Capt Otto Lademann, Hungarian by birth, was captured at this battle and wrote extensively on the battle. Major Peter Osterhaus would retire from the US Army in 1905 as a Brigadier General. Returning to his home country, he would die in 1917 in Duisburg, Germany. Other note worthy "Forty-eighters", or "Dutch" as they were called .. Anselm Albert, Lt Col 3rd MO and former officer of the Austria- Hungarian Army. He was injured in this battle, but survived and became Chief of Staff with Fremont in VA. Franz Backhoff, battery commander, former artillery captain in Germany under Sigel, later became a Major. Adolf Dengler, Capt Co G 3rd MO Vol, later became Col of 43rd Illinois Infantry and died in NY in 1884. Dr Johann F Hohlfeldt, 2nd Lt Co F 3rd MO Inf, and former delegate of German National Assembly, died 5 days after the battle as a prisoner from injuries received from a cannonball.
Col Richard Weightman is buried in the Federal cemetery in Springfield, Missouri. Weightman was a senator elect for the territory of New Mexico and his letter to Congress about statehood is online. Also buried here is Colonel Benjamin Johnson Brown of the MSG, former member of the Missouri senate, and killed at Wilson's Creek. 50 year old Col James J Clarkson, serving under Weightman's command, fought alongside two older brother's, Anselm and David S, a Dade County judge, and David's son, Davy. The 3 brothers would survive the battle, but Davey, according to family records, would lose an arm and be captured, dying in 1862.
Lt Col George Lippitt Andrews, of the 1st MO Infantry, joined the US Army as a major of the 17th US Infantry. Brevetted for gallantry at 2nd Bull Run and again at Antietam, he survived the war and became an accomplished Indian fighter. He retired in 1892 as a Brigadier General and died July 19, 1920 and is buried at Arlington Cemetery.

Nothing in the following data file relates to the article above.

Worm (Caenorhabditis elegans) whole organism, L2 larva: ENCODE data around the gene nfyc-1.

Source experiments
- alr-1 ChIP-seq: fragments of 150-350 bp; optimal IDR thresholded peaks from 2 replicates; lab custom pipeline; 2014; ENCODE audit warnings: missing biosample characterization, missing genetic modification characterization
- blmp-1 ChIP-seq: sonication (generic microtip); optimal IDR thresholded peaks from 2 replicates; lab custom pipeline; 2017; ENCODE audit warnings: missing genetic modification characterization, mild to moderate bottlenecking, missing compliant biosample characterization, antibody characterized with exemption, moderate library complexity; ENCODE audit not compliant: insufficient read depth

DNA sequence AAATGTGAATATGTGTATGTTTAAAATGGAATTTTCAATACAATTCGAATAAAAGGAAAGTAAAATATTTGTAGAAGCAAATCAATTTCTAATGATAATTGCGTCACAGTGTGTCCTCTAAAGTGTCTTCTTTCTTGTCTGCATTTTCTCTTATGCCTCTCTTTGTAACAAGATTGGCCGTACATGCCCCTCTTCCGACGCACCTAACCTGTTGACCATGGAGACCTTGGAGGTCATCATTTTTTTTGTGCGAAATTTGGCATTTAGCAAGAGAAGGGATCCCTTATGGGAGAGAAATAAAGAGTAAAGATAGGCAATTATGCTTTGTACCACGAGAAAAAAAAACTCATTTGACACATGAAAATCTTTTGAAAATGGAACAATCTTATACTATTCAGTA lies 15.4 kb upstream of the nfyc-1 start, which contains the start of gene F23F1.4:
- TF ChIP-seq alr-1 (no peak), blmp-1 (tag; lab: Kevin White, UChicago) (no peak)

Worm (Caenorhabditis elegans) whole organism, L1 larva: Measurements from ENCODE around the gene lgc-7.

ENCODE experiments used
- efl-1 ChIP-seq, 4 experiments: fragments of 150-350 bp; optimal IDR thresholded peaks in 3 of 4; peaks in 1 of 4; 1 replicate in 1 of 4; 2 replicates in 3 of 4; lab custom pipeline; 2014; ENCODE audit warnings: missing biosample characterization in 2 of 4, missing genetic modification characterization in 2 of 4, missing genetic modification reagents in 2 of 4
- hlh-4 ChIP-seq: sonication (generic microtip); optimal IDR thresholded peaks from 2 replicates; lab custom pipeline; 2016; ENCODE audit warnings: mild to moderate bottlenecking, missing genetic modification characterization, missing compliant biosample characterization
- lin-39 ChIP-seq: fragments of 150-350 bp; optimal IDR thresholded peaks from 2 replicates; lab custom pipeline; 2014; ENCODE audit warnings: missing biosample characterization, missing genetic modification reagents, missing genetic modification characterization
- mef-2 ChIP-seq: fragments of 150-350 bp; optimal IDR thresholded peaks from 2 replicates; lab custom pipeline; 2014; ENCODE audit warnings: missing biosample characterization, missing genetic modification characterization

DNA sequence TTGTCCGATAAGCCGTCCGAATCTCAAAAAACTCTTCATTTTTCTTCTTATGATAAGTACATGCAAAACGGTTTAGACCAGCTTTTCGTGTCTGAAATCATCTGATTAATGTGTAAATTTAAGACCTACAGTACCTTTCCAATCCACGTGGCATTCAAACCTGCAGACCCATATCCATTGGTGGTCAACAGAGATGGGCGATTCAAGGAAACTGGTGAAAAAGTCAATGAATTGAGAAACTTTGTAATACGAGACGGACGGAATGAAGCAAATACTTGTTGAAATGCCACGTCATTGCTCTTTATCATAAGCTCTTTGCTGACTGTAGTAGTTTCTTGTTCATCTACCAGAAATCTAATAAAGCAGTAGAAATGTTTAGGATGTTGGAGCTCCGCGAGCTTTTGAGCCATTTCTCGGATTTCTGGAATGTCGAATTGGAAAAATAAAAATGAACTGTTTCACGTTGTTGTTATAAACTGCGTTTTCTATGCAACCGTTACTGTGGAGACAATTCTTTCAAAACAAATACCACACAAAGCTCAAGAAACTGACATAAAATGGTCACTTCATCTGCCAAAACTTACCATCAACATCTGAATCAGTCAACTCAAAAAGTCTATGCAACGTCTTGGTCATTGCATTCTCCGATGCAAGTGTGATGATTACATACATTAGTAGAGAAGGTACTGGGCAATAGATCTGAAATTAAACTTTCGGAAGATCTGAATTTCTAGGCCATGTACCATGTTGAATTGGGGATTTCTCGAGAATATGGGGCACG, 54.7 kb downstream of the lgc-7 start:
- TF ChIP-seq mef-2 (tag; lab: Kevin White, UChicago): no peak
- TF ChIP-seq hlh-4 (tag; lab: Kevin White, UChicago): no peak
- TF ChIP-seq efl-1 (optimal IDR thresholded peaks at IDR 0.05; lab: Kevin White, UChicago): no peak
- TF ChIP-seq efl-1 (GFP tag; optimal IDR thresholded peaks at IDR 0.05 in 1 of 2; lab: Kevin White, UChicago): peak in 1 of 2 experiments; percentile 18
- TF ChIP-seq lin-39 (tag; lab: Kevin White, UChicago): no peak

Col Louis Hebert of the 3rd Louisiana Infantry survived the war as a General and became a teacher and editor in Louisiana. He would be captured and exchanged twice during the war - at Pea Ridge and Vicksburg. He died in 1901. Hebert was a graduate of West Point class of 1845. Other members of that class included Capt, later General, Gordon Granger of the Union Army. These schoolmates would face one another in Ray's cornfield. Other graduates of West Point included Nathaniel Pearce of the Southern force and Eugene Carr of the Northern, both of the class of 1850. Lyon, Plummer and Totten were from the class of 1841, and Sturgis and Gilbert of 1846. Col James McIntosh graduated in 1849, and Lt Col James Major of the MSG graduated in 1856. There were a total of 18 West Point graduates at Wilson's Creek, four with the Confederacy, and the balance with the Union forced. Neither Price or McCulloch had attended. Lyon and McIntosh were the only to fall in battle, although Plummer died of injuries in 1862. Lyon graduated with classmates John F Reynold's and Richard Garnett, who would both fall at Gettysburg in 1863. Union Gen Reynolds would die on day one of this battle, and Confederate General Garnett would die on day three as part of the infamous "Pickett's Charge". Garnett's commanding oficer, George Pickett graduated in 1846, along with Thomas "Stonewall" Jackson, George McClellan, and Wilson's Creek Sturgis and Gilbert.